Sedgwick County will continue to kick in money to keep AirTran Airways flying out of Wichita Mid-Continent Airport.
Commissioners voted 4 to 1 on Wednesday to provide a $6.5 million guarantee — or subsidy — to the low-cost airline. Most of that money, just less than $5 million, will come from a state grant. The county will split local funding with the city of Wichita at a cost of $812,500 each.
Kelly Parks voted against the subsidy, hoping to delay the vote until the county could learn more about efforts to bring another low-cost carrier, Southwest Airlines, to Wichita.
The city recently confirmed that it has been in talks with Southwest. Those talks involve spending as much as $3 million initially to bring Southwest here to provide nonstop flights to St. Louis, Las Vegas and Dallas' Love Field.
Premium content for only $0.99
For the most comprehensive local coverage, subscribe today.
While Parks and Gwen Welshimer sought to delay the vote, other commissioners said they saw no need to wait because the vote was about AirTran, not Southwest.
"The issue that's before you has nothing to do with Southwest," Chris Chronis the county's chief financial officer, told commissioners.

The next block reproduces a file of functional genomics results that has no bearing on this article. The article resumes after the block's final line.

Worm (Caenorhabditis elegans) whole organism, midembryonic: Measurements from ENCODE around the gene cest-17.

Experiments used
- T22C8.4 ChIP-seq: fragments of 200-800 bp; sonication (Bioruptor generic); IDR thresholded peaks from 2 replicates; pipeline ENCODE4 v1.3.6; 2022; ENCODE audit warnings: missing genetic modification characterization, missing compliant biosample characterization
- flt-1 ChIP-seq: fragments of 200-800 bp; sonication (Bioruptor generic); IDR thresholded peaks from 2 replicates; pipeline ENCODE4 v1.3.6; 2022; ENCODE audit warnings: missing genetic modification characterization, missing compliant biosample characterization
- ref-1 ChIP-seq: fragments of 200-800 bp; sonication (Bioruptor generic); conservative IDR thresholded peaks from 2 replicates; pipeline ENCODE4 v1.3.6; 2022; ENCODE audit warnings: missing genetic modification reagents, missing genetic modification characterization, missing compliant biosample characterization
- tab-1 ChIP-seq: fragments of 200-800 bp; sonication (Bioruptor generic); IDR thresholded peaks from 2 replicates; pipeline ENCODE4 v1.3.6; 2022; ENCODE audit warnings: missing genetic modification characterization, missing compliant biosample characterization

Since AirTran began serving Wichita in 2002, people traveling out of Wichita have saved tens of millions of dollars in airfare, according to Chronis.
Wichita passengers on AirTran routes last year paid 34 percent less — or an average of $78 less per one-way ticket — compared to fares before AirTran entered the market, according to the county.
"We think it is a very good deal for our community," Chronis said, "and a very good use of public funds because as you know low airfares are a key driver of economic development."
Although expressing concern about the "moral hazard" of subsidies, commission chairman Karl Peterjohn said AirTran has been "absolutely first-rate in terms of meeting their commitment in terms of the contract."
Peterjohn said he was not privy to the city's talks with Southwest and asked Chronis for information.
"There is no proposal that we have seen regarding a revenue guarantee for Southwest," Chronis said.
He said it was his understanding that there have been talks between airport leaders and city staff with Southwest, "but we are not aware of the state of those discussions."
Although voting for the AirTran guarantee, Welshimer expressed concern about the amount of subsidies the county is giving to businesses overall.
The county is "getting to the point where we make so many incentive payments to big business that we lose track of how much of our budget is going there and how much we can afford to do in the future. It keeps growing and growing."